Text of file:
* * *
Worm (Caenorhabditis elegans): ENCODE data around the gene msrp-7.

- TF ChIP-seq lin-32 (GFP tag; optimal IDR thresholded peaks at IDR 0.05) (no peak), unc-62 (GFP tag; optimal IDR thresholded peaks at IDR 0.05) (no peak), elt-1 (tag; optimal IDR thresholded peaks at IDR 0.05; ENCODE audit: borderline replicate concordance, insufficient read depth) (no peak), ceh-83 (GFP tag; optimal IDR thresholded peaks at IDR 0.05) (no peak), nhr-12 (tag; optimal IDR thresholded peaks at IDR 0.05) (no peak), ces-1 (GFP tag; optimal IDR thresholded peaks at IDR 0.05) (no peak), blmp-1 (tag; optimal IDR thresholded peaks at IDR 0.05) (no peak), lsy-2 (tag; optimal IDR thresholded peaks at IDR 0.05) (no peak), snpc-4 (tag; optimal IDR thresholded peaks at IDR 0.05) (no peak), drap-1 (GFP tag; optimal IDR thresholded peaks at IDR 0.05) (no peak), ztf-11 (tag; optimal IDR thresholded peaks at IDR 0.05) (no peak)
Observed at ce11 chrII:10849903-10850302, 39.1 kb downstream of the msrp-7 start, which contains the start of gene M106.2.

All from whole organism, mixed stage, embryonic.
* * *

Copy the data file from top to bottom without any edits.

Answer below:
Worm (Caenorhabditis elegans): ENCODE data around the gene msrp-7.

- TF ChIP-seq lin-32 (GFP tag; optimal IDR thresholded peaks at IDR 0.05) (no peak), unc-62 (GFP tag; optimal IDR thresholded peaks at IDR 0.05) (no peak), elt-1 (tag; optimal IDR thresholded peaks at IDR 0.05; ENCODE audit: borderline replicate concordance, insufficient read depth) (no peak), ceh-83 (GFP tag; optimal IDR thresholded peaks at IDR 0.05) (no peak), nhr-12 (tag; optimal IDR thresholded peaks at IDR 0.05) (no peak), ces-1 (GFP tag; optimal IDR thresholded peaks at IDR 0.05) (no peak), blmp-1 (tag; optimal IDR thresholded peaks at IDR 0.05) (no peak), lsy-2 (tag; optimal IDR thresholded peaks at IDR 0.05) (no peak), snpc-4 (tag; optimal IDR thresholded peaks at IDR 0.05) (no peak), drap-1 (GFP tag; optimal IDR thresholded peaks at IDR 0.05) (no peak), ztf-11 (tag; optimal IDR thresholded peaks at IDR 0.05) (no peak)
Observed at ce11 chrII:10849903-10850302, 39.1 kb downstream of the msrp-7 start, which contains the start of gene M106.2.

All from whole organism, mixed stage, embryonic.